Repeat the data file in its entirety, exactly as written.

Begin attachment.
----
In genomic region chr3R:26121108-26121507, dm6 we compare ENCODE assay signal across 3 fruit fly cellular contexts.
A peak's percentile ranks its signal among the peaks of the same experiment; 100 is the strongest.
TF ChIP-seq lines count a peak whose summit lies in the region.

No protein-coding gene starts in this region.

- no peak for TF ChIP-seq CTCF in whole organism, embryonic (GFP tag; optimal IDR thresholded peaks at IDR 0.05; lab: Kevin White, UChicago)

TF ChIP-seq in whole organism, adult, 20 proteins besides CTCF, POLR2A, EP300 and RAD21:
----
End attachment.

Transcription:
In genomic region chr3R:26121108-26121507, dm6 we compare ENCODE assay signal across 3 fruit fly cellular contexts.
A peak's percentile ranks its signal among the peaks of the same experiment; 100 is the strongest.
TF ChIP-seq lines count a peak whose summit lies in the region.

No protein-coding gene starts in this region.

- no peak for TF ChIP-seq CTCF in whole organism, embryonic (GFP tag; optimal IDR thresholded peaks at IDR 0.05; lab: Kevin White, UChicago)

TF ChIP-seq in whole organism, adult, 20 proteins besides CTCF, POLR2A, EP300 and RAD21: